Image: Andrew Reding
Community type

Tidal flats

Habitat type

Saltmarsh and tidal flats

Whimbrel belongs to a group of birds known as shorebirds, or waders. There are over 30 species of wader in the Derwent estuary during summer, but most are migratory leaving in late summer to return to their breeding grounds in the northern hemisphere. Whimbrels are an example of a migratory wader. They undertake enormous flights from their breeding grounds in eastern Russia and Iceland. Many thousands of whimbrel arrive in Australia each summer following the East Asia-Australian Flyway. Because Tasmania and the Derwent estuary is so far south we only a small proportion of the population visit each summer. Whimbrels are found mainly on the coast, on tidal and estuarine mudflats, and sometimes on beaches and rocky coastline. They are a fairly large wader with long legs and neck. They feed on intertidal mudflats by day and night, and eat worms (polycheates), crustaceans and occasionally fish.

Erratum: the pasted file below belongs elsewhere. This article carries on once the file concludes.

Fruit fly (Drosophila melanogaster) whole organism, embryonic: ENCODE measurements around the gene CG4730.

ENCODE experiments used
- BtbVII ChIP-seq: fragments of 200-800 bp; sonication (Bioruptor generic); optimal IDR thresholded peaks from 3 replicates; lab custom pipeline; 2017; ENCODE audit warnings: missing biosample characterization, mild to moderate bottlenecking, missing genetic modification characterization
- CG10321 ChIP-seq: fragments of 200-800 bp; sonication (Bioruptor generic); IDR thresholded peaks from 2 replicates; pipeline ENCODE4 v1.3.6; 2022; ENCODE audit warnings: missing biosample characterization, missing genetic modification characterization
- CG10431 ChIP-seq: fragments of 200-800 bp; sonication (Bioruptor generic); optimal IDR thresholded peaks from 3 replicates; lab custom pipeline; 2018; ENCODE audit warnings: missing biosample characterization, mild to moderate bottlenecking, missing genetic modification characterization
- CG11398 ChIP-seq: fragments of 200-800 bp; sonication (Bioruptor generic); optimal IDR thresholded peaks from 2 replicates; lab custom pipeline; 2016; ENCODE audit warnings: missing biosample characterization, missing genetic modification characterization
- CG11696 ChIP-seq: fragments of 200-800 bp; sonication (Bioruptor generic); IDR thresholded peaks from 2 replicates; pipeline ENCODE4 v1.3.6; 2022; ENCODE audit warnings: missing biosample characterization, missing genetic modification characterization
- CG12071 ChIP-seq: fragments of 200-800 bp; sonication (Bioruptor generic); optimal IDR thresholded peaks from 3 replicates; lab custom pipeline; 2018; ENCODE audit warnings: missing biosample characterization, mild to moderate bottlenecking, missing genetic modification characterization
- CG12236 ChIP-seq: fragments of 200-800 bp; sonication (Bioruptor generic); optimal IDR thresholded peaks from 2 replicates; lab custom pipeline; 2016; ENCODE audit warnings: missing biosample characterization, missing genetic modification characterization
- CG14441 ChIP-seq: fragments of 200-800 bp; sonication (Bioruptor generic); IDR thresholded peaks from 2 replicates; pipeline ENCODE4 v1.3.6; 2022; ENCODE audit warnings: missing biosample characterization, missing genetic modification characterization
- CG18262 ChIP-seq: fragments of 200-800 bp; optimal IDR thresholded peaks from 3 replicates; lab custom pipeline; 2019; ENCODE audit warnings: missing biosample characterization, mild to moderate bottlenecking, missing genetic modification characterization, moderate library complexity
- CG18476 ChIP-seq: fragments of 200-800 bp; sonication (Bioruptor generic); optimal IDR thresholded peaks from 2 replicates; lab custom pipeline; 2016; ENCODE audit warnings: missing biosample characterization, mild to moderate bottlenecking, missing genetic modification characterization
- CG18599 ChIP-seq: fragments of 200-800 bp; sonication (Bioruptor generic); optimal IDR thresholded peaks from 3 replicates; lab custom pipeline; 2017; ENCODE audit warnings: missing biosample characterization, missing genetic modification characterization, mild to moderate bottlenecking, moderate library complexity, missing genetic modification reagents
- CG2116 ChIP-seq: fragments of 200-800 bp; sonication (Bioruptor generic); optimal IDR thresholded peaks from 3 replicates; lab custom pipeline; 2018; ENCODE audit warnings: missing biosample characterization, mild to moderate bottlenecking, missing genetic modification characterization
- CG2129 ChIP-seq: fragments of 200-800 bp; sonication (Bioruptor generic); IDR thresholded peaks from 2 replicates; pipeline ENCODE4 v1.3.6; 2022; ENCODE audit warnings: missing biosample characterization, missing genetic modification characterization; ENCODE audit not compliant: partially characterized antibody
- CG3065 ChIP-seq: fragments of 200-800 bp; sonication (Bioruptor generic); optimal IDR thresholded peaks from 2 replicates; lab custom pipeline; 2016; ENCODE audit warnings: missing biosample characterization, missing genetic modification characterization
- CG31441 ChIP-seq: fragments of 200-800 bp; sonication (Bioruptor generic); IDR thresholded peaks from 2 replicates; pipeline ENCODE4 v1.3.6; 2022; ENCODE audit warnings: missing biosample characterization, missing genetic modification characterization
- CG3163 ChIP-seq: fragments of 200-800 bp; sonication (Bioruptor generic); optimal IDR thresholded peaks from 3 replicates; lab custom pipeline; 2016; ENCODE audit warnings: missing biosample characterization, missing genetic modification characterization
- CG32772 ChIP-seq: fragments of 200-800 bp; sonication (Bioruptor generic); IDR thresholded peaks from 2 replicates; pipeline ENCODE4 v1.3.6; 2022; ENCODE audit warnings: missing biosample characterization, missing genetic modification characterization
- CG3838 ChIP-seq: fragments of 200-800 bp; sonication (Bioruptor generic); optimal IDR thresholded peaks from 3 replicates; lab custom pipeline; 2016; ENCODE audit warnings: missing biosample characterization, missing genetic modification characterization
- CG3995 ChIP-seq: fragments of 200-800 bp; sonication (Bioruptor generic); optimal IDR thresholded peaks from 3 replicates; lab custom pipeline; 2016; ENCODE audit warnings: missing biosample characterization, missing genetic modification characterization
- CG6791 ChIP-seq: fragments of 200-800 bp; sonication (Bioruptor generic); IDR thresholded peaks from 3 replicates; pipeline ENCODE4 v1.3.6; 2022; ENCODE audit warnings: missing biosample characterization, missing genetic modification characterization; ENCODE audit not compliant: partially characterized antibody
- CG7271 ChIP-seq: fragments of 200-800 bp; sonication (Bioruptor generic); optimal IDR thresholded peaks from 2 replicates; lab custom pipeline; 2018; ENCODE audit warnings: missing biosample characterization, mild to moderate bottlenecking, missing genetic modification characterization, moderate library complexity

Much of the text within the species area of our website was written by Veronica Thorpe, as part of the Derwent River Wildlife Guide (2000).

The DEP has developed a variety of classroom and outdoor activities focused around the key estuary habitats of tidal wetlands, salt marshes and rocky reefs. These include classroom materials, online resources, interpretive walks, games and sensory experiences.